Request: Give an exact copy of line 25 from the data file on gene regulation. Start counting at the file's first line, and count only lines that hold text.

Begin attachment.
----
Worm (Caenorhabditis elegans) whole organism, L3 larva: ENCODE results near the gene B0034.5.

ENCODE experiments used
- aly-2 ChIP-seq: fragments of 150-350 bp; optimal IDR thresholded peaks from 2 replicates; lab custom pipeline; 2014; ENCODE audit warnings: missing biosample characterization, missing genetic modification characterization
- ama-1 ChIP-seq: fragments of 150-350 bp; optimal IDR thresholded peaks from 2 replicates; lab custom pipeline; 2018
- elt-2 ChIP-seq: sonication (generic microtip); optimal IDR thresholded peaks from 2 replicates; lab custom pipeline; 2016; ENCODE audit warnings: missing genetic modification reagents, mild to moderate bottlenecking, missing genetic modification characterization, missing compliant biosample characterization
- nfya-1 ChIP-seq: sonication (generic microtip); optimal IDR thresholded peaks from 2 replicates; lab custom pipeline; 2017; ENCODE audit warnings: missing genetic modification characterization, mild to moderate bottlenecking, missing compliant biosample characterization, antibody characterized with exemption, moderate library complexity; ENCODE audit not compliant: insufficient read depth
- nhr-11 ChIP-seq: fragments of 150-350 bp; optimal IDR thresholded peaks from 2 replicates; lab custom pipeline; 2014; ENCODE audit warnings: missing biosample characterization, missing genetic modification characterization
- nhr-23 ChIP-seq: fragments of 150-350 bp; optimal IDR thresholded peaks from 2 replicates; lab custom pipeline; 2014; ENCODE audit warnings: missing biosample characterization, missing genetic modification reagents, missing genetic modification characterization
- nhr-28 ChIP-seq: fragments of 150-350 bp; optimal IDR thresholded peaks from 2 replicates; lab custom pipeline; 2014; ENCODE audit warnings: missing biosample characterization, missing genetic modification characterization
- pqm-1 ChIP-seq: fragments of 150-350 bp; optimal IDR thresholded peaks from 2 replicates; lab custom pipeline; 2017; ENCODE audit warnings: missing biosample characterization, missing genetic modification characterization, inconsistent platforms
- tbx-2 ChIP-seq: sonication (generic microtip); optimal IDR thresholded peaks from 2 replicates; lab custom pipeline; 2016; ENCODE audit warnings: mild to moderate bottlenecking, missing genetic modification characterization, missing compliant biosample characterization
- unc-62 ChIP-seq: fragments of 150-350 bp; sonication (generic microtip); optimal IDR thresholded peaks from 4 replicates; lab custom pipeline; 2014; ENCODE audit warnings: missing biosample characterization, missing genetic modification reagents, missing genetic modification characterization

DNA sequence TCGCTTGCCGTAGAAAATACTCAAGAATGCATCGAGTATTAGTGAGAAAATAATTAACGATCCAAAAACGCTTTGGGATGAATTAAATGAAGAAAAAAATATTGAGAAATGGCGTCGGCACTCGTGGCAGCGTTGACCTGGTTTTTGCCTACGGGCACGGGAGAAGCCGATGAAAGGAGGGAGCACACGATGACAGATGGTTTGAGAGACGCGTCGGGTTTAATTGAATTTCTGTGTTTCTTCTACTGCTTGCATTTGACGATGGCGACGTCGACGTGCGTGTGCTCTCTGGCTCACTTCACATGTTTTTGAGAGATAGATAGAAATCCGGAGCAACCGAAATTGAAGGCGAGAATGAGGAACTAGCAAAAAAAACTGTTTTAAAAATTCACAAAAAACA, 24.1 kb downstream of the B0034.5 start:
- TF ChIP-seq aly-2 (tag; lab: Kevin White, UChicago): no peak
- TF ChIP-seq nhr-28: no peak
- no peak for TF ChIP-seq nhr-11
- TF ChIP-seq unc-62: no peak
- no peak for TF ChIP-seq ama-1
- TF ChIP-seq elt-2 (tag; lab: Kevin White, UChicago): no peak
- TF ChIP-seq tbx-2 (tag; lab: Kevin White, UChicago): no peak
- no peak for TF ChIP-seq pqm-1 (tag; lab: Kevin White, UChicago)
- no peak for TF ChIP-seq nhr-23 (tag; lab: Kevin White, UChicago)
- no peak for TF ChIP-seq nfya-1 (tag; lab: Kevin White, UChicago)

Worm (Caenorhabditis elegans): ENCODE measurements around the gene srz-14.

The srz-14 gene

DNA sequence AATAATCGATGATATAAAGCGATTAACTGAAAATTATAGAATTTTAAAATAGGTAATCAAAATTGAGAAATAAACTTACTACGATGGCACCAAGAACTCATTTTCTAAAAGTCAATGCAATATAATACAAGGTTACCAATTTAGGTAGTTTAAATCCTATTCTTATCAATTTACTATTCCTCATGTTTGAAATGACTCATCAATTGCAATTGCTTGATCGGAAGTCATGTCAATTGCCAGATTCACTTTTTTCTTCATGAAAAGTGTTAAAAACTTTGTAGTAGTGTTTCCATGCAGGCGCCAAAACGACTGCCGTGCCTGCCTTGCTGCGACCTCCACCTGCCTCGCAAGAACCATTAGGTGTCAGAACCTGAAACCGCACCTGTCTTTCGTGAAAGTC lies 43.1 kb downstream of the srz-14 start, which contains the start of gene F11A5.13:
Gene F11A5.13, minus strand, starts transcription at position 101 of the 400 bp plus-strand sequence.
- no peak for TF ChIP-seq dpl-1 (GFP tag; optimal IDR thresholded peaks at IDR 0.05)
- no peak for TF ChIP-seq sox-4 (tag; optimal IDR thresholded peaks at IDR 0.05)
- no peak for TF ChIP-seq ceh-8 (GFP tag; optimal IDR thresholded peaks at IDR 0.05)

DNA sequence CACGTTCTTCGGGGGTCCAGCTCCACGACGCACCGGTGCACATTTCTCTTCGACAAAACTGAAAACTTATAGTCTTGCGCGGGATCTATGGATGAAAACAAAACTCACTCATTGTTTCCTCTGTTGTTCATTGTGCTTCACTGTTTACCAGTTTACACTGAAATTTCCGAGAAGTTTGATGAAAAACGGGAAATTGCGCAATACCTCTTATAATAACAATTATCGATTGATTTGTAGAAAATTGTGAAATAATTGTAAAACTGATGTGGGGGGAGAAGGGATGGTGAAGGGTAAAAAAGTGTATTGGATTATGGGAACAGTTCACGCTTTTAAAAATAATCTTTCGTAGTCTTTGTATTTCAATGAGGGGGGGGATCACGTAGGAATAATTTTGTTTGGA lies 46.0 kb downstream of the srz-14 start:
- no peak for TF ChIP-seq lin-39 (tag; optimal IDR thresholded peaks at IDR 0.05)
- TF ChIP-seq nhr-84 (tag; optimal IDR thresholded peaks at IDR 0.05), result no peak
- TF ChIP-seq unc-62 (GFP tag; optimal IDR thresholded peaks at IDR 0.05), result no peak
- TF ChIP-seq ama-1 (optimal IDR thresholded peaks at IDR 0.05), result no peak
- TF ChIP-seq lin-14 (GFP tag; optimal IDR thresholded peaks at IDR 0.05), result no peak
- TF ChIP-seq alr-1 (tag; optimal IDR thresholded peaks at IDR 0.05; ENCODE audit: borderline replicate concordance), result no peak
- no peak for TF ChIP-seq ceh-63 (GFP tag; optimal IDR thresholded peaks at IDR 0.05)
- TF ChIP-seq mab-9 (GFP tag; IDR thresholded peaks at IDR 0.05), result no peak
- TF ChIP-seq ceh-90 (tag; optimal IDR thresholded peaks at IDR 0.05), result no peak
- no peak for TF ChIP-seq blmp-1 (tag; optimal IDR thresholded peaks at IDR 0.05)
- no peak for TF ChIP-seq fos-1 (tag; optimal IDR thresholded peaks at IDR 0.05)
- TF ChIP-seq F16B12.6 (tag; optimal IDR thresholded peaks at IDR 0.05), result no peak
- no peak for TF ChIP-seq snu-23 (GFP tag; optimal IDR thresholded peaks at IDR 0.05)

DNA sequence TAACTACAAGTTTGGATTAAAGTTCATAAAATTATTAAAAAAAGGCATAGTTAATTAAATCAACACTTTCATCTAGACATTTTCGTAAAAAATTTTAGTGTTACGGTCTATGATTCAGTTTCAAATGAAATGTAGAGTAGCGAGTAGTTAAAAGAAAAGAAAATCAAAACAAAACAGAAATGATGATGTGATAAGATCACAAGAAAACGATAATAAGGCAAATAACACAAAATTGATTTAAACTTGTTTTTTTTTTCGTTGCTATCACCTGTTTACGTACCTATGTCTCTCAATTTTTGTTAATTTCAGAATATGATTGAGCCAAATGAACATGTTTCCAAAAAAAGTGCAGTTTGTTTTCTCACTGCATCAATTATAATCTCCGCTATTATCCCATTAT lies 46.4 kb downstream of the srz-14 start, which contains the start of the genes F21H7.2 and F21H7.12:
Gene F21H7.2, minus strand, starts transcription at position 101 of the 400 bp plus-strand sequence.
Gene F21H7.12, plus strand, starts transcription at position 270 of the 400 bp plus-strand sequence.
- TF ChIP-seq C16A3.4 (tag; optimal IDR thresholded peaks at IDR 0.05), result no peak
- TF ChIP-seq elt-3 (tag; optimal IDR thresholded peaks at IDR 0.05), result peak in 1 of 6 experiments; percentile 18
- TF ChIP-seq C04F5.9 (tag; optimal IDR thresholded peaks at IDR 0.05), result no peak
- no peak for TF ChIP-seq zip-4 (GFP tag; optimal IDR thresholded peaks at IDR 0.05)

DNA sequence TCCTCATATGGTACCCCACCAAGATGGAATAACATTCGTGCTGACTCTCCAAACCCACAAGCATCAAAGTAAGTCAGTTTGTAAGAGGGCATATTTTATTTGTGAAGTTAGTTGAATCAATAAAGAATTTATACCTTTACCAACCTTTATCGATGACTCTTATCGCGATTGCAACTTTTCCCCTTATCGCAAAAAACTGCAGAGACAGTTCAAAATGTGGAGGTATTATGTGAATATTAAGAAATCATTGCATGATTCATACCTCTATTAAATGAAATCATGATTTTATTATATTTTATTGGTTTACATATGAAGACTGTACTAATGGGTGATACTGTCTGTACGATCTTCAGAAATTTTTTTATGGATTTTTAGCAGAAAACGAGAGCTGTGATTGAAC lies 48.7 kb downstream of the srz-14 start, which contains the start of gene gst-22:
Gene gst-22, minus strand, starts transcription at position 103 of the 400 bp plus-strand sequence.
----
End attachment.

The srz-14 gene